Drug Cartel 's Economic Dependency On U.s.

1964 Words May 2nd, 2016 8 Pages
Listen. The sound of the blood rusted chainsaw roars over the eerie silence that plagues the yard. Feel. Rough brick massaging the back of a bald middle-aged man. See. A crimson splatter-painted corpse on the fresh, sticky licorice colored pavement. Smell. The fresh blood oozing out of a rogue head that had been rolled across the alleyway. Taste. The irony tar like saliva laced with blood as you wait for the masked man to steal all sense from your body (Beith n. pag.). With the increasing influence of Mexican drug cartels, all impoverished citizens become subject to violent hate crimes against the government. The government 's lack of control over their people, criminal justice system, and economics demonstrates the instability plaguing Mexican borders. The Mexican government must rise together to legalize marijuana in foreign countries, increase safety in underprivileged communities, and better organize the government in order to save thousands of innocent civilians from horrific chainsaw massacres.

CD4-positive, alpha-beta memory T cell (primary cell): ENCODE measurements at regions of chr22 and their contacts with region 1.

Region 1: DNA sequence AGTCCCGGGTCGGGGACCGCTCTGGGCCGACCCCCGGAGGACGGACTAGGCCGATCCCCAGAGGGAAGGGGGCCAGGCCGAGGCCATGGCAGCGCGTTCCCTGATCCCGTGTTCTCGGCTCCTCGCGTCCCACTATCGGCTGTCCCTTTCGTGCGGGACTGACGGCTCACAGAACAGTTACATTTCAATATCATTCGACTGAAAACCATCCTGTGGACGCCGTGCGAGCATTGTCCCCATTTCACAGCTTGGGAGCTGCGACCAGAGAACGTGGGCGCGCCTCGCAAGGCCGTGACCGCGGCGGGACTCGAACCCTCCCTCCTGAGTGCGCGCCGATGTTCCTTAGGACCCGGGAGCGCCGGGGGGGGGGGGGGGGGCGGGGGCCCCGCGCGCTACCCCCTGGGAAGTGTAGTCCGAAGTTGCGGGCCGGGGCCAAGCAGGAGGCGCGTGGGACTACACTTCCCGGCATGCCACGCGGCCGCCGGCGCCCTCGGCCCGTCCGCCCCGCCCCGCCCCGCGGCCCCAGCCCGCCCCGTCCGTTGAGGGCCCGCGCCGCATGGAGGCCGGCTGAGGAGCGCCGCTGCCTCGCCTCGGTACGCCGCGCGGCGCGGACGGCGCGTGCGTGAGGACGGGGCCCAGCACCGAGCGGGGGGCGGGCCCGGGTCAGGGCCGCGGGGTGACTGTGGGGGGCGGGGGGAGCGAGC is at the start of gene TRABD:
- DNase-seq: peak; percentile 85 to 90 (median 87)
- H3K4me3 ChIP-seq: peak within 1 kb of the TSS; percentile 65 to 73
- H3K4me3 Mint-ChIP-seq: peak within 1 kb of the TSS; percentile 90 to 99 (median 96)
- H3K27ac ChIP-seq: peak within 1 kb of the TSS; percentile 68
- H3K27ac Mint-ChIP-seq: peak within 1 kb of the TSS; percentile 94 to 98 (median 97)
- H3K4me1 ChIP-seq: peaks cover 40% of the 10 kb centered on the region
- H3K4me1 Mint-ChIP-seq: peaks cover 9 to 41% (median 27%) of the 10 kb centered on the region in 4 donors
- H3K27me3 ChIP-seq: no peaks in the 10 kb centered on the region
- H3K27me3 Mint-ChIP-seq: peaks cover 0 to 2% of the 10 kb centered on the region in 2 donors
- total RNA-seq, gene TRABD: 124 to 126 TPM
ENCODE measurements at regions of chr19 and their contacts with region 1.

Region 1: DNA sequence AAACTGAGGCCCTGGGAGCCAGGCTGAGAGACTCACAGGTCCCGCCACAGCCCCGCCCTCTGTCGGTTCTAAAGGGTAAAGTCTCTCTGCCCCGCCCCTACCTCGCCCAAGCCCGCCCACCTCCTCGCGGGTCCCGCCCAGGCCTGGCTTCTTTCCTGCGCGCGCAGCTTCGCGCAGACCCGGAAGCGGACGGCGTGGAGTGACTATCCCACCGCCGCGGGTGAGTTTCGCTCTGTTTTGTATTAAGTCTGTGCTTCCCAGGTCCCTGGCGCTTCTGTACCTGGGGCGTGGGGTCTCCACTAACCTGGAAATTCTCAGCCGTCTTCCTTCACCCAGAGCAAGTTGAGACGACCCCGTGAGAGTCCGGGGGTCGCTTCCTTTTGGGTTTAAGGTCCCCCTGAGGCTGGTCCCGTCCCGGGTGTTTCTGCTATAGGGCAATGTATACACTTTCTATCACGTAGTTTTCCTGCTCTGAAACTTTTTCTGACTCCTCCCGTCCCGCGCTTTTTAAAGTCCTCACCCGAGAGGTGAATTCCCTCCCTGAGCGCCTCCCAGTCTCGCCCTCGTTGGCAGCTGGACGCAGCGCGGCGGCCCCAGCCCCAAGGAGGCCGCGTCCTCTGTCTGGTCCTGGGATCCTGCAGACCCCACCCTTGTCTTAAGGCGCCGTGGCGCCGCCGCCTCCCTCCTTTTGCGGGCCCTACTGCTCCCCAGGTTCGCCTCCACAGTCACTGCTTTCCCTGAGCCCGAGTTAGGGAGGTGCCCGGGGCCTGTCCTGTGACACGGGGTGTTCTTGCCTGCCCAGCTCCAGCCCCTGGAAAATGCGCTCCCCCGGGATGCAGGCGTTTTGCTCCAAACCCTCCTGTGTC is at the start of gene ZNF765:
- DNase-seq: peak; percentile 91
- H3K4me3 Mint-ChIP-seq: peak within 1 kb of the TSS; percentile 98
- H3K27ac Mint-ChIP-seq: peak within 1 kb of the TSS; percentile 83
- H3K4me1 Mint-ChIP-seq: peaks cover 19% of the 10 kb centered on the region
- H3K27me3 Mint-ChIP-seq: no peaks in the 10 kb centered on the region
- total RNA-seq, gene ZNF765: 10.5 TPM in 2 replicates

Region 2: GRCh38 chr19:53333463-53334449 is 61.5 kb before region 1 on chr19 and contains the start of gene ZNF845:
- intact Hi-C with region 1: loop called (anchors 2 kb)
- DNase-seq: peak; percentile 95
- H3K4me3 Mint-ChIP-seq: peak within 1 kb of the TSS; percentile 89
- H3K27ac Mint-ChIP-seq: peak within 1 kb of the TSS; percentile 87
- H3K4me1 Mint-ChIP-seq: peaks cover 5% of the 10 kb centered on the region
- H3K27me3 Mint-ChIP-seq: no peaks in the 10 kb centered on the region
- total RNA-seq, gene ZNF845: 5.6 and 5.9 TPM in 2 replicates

The extent of drug cartel’s economic dependency on U.S. and other foreign buyers shields individual empires from oppression and the threat of rival groups. As the percent of cocaine being transported into the US raises from 77 percent to more than 90 percent, drug cartels are becoming stronger and more widespread (Lee n. pag.). With the rapidly escalating number of U.S. cocaine sales, Mexican mafias profit immensely. These cash profits fund all cartel activities including the…
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